Nigeria runs on cash. For many years, the government has been working hard to make it credit-based. The Cashless Policy which encourages electronic transactions and the BVN (Bank Verification Number) policy which links biometrics with bank account numbers are some initiatives government has used to drive this redesign [electronic transactions have records which can be used to anchor credit-based systems]. Through Nigeria Inter-Bank Settlement System (NIBSS), the financial institution can build a good chart of any Nigerian banking customer through its BVN. When you add NIMC (National Identity Management Commission) Identity Number to it, you have a new dawn.
Yet, it is possible that the new dawn will come from fintech, not necessarily banking institutions, because the BVN is not open, with no structure at the moment to anchor any service beyond validating account ownership. The fintechs have to use alternative means to drive this new age in the economy.
The State of the Ecosystem
In a copyright-free piece in APO newsletter, Oradian made this observation which I have adapted.
More than 2.5 billion people around the world – many of them in Africa – lack formal identification that enables them to access financial and government services, according to the United Nations and the ID2020 project. What’s more, less than 10% of adults in low and middle-income countries are on file in public credit registries.
The result is that millions of people in Africa are paying punitive interest rates for credit or are frozen out of access to financial services. Microfinance institutions (MFIs) in the region charge their borrowers notoriously high interest rates, often up to 30% per year. This is partly because these lenders face a higher risk of loan defaults than mainstream banks due to a lack of borrower data to support lending decisions.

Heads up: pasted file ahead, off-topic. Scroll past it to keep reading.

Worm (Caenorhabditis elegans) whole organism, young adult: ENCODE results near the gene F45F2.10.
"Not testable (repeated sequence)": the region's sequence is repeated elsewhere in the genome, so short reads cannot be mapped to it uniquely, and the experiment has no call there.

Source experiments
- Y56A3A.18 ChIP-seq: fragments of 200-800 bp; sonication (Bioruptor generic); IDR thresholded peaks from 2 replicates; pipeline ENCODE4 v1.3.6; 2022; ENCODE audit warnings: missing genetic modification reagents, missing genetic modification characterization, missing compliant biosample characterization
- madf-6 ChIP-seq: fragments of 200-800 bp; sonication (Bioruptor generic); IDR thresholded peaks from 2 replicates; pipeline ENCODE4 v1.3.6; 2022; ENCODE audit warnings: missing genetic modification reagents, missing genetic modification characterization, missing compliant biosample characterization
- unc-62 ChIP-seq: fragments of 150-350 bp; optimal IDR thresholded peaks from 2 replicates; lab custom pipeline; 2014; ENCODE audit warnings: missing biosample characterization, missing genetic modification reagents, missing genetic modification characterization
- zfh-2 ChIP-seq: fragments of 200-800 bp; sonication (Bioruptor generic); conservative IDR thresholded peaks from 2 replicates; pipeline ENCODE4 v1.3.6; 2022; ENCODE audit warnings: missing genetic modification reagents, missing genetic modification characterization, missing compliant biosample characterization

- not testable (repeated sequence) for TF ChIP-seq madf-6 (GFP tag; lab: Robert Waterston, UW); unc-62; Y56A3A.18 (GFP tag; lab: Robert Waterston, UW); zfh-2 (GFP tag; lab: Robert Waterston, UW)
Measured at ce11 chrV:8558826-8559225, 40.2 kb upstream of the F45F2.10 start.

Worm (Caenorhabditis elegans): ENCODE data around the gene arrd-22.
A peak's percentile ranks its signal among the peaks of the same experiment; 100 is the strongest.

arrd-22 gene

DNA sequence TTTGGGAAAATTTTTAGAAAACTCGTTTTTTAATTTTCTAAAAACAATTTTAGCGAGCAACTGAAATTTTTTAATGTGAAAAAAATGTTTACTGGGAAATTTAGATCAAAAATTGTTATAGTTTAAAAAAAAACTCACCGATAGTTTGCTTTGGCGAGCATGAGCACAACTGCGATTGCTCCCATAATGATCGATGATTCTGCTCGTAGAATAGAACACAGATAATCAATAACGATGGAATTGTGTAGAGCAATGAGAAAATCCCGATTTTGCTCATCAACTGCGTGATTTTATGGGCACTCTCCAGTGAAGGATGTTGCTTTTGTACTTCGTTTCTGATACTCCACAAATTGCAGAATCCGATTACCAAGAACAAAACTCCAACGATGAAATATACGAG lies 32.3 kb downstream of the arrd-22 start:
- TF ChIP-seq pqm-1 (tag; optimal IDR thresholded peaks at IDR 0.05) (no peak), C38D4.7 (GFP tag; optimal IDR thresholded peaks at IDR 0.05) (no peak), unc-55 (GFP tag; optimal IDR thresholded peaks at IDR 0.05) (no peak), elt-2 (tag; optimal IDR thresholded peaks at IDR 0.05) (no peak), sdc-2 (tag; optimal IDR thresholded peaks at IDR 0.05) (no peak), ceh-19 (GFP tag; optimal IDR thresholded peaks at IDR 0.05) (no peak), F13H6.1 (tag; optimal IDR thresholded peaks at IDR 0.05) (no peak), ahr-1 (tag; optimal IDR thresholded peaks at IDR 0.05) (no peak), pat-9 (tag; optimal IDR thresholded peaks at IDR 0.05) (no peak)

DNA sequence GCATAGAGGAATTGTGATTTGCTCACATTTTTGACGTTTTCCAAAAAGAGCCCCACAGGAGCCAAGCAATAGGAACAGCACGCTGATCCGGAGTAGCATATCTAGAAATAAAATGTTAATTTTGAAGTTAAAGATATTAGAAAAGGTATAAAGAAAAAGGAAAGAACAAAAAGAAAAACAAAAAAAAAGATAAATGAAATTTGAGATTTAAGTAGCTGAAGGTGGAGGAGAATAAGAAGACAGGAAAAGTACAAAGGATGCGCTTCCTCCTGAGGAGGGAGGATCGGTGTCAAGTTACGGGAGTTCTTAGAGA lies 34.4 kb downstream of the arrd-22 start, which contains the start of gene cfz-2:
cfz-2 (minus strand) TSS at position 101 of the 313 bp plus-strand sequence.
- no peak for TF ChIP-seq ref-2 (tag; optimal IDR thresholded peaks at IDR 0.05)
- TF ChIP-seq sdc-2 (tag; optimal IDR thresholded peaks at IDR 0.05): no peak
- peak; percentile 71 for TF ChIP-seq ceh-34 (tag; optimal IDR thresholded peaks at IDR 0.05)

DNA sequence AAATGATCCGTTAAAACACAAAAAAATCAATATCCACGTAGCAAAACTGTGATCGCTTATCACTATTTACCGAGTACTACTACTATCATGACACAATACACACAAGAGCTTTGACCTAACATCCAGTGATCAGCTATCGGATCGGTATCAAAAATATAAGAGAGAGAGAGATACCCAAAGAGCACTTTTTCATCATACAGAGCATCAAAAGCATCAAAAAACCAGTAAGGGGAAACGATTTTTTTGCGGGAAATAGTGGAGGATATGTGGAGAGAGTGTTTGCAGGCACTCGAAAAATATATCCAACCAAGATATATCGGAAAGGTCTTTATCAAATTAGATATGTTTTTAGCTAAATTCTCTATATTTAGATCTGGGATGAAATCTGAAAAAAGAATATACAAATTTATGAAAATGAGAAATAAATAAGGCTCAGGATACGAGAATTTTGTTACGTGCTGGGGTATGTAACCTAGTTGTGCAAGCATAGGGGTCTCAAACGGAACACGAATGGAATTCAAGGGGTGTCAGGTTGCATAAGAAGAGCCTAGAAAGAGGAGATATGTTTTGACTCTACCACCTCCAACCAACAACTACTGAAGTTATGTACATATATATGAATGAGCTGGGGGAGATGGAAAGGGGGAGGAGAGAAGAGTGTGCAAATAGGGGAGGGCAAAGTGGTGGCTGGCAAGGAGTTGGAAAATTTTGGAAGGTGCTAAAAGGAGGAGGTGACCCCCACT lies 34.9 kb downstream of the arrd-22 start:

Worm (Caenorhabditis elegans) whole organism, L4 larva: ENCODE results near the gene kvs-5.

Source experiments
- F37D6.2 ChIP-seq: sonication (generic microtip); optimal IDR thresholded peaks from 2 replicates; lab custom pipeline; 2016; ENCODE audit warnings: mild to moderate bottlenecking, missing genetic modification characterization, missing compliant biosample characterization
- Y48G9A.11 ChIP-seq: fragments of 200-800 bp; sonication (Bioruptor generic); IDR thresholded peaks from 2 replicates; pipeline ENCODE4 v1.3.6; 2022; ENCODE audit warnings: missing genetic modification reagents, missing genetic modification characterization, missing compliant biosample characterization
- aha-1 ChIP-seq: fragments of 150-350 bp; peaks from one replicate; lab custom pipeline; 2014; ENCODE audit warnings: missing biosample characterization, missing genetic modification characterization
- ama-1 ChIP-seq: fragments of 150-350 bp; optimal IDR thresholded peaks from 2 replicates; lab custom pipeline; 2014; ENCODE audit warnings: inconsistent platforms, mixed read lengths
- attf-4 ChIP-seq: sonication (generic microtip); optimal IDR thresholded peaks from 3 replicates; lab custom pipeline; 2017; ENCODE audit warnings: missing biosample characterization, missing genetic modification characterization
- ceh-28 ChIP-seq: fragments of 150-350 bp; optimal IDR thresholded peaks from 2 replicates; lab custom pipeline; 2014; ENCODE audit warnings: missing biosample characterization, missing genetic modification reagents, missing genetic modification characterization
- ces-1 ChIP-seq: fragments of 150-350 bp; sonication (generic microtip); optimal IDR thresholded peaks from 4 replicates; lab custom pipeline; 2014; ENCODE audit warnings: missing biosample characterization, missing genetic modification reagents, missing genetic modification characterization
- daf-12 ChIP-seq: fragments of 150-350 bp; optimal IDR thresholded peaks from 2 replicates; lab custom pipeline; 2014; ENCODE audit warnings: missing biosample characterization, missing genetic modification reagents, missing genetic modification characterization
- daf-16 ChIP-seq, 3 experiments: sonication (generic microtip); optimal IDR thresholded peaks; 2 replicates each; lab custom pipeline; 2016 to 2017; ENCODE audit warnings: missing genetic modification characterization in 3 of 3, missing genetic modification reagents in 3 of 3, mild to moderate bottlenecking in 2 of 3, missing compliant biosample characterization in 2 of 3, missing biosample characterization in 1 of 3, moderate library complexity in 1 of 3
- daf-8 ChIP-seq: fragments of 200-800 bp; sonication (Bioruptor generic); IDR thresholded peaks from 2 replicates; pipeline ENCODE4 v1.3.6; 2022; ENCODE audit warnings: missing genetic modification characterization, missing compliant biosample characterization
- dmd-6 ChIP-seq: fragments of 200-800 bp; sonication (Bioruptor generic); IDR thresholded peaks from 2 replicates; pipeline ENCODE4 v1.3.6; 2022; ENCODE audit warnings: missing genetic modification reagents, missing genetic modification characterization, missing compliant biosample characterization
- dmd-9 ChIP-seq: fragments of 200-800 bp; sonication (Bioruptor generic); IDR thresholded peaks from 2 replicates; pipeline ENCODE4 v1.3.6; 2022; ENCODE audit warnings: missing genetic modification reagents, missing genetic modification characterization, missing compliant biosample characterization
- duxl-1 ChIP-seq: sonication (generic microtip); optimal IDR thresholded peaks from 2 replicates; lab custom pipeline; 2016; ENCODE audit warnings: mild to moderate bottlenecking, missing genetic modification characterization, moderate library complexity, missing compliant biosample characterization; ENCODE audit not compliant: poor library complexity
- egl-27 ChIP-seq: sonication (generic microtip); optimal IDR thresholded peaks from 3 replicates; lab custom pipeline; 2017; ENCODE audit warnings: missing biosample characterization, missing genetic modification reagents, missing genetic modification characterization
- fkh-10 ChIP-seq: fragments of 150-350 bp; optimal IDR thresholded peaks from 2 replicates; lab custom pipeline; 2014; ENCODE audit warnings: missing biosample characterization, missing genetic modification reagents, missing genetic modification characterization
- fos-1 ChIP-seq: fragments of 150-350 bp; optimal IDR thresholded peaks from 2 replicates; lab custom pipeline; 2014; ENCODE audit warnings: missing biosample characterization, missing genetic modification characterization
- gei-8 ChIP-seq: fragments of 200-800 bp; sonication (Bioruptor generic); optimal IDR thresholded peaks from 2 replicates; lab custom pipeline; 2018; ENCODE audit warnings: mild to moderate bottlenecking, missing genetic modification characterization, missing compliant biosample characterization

MFIs in frontier markets have traditionally needed to make lending decisions without access to the sort of customer data and documentation commercial banks take for granted: credit scores, identification documents such as passports or government ID cards, bank statements, lending history and collateral.
Fintech providers, financial inclusion companies and digital finance applications are filling this information gap with alternative credit data. Credit scoring applications collect masses of data about phone owners and use these data points to produce accurate credit scores.
This alternative credit data could help the credit officers at microfinance banks (MFBs) and MFIs who make lending decisions to make more accurate predictions about loan performance. This could, in turn, help improve collection rates and profitability for institutions and make credit more affordable for lower-risk customers.
With smartphone ownership in Africa rising as the average selling price falls, an unprecedented amount of credit data is expected to become available in the years to come.
This is certainly a huge opportunity when combined with BVN in Nigeria.
Building Effective System
While it is vital to innovate, it is also important that Nigeria makes sure that the privacy and security of citizens’ data are protected by all the players in the credit scoring business. I have noted how such a system can be built in the nation.
The alignment of the interests of the banks, credit bureaus and citizens will be catalytic in establishing a functioning credit ecosystem in Nigeria. This is not included in the current CBN’s guidelines for establishing credit bureaus in Nigeria. We cannot do it the way the Americans have done it. We need a system that provides a citizen element so that credit bureaus have clear incentives to deliver good services. You cannot be selling people’s data and yet have no incentives to serve the people and protect their data. With this proposed model, the oligopolistic system that runs in the credit bureau industry will be dismantled in the Nigerian model. The outcome will be a virtuoso credit bureau system that secures customers data as it serves its core customers, the banks.
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